- Over the entire 2009-to-2020 period, the Troubled Asset Relief Program (TARP) is expected to cost $67 billion, while the Fannie Mae and Freddie Mac bailouts are estimated to cost $190 billion.
General Budget and Spending Trends: Looking Forward
- Rising spending is driving future deficits. Over the past 50 years, Washington has collected 18 percent of GDP while spending 20.3 percent of GDP. Annual figures have not deviated much from these averages. Even if all tax cuts are extended, revenues are projected to reach 18.2 percent of GDP by 2020—slightly above their historical average. Thus, the rising deficit will wholly result from projected spending leaping to 26.5 percent of GDP—a level never before seen except for the height of World War II (see Chart 1).
- Virtually all of this spending and deficit growth will be driven by rising Social Security, Medicare, Medicaid, and net interest costs. Between 2008 and 2020, the cost of Social Security, Medicare, and Medicaid is set to rise by 2.7 percent of GDP (and even that assumes Congress does not reverse the Medicare cuts that were intended to offset Obamacare). Net interest costs will rise by 3 percent of GDP. This combined 5.7 percent of GDP expansion of government accounts for virtually the entire increase in the 2020 budget deficit over the pre-recession deficit (see Chart 2).
Deficits and Public Debt
- Context: Before 2009, the largest budget deficit recorded since the end of World War II had been 6 percent of GDP in 1983. The Bush Administration oversaw budget deficits averaging 3.2 percent of GDP.
- The 2009 budget deficit of 9.9 percent of GDP shattered the postwar record. Furthermore, the budget deficit is projected to be 9.2 percent of GDP in 2010, and to remain above 5.7 percent of GDP indefinitely.
- After remaining between 23 percent and 49 percent of GDP since the end of World War II, the public debt currently stands at 62 percent of GDP and is projected to top 100 percent by 2020.
- By 2020, the budget forecasts a $1.9 trillion annual budget deficit, a public debt of 101 percent of GDP, and annual net interest spending of $1.1 trillion.
- By 2020, nearly half of all income tax revenues would go toward paying interest on the national debt.
- Over eight years of an Obama Administration, baseline budget deficits are projected to total $10 trillion—triple the $3.3 trillion in deficits accumulated by President George W. Bush. The public debt—7.5 trillion at the end of 2009—is projected to triple to $23.5 trillion by 2020.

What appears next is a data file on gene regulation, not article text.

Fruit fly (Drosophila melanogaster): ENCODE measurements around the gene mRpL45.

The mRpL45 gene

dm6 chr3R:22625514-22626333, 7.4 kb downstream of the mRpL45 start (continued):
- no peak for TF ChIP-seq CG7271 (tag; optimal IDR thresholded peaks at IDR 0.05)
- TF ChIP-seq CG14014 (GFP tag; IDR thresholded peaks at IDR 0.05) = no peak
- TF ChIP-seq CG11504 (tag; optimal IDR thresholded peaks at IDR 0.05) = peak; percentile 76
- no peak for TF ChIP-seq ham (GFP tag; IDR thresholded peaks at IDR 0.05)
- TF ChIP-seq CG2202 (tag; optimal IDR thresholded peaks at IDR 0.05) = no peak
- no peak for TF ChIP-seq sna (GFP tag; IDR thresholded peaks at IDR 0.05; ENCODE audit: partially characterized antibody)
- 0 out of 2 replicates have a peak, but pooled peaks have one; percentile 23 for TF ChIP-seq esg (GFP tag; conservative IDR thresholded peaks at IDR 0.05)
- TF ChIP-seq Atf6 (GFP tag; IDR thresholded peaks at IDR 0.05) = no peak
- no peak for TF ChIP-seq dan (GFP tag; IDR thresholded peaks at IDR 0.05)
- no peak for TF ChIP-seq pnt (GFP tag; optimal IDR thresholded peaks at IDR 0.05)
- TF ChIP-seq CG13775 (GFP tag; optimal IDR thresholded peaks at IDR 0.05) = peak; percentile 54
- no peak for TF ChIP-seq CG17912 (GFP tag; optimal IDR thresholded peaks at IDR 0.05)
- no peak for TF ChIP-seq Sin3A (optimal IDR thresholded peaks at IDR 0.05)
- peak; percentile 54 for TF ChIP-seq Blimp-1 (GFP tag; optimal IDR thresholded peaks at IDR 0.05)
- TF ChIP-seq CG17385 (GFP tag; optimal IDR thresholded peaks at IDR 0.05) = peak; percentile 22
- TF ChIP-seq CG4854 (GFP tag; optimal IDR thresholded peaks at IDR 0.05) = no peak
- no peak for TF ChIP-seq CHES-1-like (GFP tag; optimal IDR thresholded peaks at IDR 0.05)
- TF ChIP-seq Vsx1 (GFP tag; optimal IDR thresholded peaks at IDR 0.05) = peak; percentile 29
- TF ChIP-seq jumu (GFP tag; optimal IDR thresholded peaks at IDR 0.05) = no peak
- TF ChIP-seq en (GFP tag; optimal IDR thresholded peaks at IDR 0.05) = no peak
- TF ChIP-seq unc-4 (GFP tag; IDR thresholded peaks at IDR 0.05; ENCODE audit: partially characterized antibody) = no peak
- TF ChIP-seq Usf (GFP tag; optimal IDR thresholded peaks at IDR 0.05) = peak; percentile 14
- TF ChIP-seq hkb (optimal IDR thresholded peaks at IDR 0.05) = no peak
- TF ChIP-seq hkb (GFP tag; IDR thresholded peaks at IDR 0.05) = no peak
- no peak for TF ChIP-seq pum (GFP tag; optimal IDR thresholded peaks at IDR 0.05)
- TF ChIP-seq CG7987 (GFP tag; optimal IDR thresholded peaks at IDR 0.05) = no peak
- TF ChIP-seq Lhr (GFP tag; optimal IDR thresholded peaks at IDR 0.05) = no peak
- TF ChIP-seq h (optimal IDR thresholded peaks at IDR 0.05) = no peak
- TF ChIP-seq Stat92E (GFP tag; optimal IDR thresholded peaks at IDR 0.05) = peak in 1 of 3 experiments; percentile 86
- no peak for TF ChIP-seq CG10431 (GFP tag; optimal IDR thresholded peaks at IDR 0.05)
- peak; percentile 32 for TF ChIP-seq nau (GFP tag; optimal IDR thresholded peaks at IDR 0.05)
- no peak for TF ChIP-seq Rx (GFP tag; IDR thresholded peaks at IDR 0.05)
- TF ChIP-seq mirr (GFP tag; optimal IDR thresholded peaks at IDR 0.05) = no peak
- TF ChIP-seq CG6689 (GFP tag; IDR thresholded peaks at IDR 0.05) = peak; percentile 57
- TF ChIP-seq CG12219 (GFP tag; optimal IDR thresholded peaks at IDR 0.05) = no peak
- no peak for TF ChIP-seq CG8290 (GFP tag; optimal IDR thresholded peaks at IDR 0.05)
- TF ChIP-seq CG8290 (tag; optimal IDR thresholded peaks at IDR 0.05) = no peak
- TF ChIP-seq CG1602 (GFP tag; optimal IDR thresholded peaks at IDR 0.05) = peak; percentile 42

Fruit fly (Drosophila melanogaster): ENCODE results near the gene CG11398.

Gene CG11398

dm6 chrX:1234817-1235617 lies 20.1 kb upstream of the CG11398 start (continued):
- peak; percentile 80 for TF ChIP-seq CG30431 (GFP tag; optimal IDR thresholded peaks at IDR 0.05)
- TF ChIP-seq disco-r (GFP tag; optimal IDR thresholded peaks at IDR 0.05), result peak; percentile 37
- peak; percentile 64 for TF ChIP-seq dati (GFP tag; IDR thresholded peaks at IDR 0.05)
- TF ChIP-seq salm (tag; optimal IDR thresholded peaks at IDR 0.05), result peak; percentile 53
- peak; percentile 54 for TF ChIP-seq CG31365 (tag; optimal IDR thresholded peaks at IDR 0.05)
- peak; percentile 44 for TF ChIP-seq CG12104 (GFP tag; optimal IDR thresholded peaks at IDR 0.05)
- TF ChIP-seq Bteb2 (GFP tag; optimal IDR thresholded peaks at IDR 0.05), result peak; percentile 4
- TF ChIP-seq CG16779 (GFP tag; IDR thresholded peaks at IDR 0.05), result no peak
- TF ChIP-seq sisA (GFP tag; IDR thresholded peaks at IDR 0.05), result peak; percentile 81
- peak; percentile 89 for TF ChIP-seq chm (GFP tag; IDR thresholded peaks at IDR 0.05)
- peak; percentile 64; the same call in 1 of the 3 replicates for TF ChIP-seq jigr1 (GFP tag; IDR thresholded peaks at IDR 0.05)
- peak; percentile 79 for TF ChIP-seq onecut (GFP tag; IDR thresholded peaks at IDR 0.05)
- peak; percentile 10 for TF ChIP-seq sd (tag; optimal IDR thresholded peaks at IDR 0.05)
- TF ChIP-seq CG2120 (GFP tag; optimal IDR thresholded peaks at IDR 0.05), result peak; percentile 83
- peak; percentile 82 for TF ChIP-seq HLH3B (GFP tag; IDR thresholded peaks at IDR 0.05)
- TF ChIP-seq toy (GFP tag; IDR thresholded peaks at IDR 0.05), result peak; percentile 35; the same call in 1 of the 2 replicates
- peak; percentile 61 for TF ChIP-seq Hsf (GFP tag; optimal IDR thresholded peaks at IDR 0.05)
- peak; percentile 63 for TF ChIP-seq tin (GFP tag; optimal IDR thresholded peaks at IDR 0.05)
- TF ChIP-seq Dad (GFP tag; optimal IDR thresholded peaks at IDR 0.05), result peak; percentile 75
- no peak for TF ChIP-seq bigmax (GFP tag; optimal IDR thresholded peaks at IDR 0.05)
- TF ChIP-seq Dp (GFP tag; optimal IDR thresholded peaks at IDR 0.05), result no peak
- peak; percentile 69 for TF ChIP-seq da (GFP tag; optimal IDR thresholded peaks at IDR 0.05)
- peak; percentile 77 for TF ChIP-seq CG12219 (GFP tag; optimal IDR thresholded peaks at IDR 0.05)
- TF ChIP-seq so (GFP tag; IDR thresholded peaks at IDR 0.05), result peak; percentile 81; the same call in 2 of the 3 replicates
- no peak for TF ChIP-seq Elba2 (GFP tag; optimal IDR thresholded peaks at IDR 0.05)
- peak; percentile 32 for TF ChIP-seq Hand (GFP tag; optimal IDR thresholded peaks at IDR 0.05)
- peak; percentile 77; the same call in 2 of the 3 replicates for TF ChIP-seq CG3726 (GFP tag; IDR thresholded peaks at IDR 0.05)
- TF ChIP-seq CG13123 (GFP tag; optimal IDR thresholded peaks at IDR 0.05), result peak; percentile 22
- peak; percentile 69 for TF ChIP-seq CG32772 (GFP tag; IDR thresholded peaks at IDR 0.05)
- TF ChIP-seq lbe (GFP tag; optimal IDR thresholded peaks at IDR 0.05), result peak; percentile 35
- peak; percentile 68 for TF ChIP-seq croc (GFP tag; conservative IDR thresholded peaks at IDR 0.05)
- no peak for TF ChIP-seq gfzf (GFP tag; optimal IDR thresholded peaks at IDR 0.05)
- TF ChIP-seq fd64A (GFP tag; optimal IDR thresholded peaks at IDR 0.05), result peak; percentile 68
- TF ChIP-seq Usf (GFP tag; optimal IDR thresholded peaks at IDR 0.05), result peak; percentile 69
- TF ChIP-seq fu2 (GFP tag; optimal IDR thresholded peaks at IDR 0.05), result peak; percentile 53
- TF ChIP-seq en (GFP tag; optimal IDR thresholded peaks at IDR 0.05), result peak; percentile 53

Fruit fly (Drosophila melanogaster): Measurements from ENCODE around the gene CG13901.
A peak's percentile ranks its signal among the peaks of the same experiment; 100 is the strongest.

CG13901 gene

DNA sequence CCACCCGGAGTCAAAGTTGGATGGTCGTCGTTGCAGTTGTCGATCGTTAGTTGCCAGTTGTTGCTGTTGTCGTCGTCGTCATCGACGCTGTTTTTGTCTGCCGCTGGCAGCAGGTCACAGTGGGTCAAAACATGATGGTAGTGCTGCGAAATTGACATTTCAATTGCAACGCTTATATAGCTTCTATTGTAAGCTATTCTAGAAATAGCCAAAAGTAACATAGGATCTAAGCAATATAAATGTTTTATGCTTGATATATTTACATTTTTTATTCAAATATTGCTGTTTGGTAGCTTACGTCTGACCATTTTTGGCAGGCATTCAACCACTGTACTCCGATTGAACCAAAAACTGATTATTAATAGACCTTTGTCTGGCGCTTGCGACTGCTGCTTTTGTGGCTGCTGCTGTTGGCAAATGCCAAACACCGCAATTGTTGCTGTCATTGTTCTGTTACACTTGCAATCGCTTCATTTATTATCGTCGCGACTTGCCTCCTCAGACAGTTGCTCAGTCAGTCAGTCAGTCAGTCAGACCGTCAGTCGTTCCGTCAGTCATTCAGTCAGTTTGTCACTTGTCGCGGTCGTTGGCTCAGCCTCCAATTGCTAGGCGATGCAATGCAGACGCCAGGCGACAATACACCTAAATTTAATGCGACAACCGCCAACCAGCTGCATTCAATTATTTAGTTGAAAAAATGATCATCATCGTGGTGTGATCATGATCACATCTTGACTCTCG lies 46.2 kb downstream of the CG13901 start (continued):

- As the budget deficit increases over the next decade, so will net interest spending, from $187 billion (1.3 percent of GDP) in 2009 to $1,109 billion (4.8 percent of GDP) by 2020. Even that assumes that interest rates remain lower than they were in the 1990s. Every percentage point rise in interest rates over projected levels would add approximately $1 trillion in net interest costs over the decade.
- The coming tsunami of Social Security, Medicare, and Medicaid costs are projected to push the federal public debt to more than 300 percent of GDP by 2050 and above 800 percent of GDP by 2080. The CBO does not project that the expensive Obamacare legislation will significantly bend the health care cost curve downward.
Difficult Decisions Needed: What to Do
Genuine spending reforms are the only way to bring the budget under control. Lawmakers should rescind the remaining funds from TARP and the failed stimulus bill, as well as repeal the unaffordable health care law. Next, they should enact tough spending caps to help lawmakers set priorities and make trade-offs. Congress should then disclose the massive unfunded obligations of Social Security, Medicare, and Medicaid; put those programs on long-term budgets; and create an entitlement reform commission. Finally, lawmakers should enact the necessary entitlement and programmatic reforms that can keep government within those limits.
These spending reforms may not be easy, but the alternative—record government debt and historic tax increases—is even worse.
Brian M. Riedl is Grover M. Hermann Fellow in Federal Budgetary Affairs in the Thomas A. Roe Institute for Economic Policy Studies at The Heritage Foundation.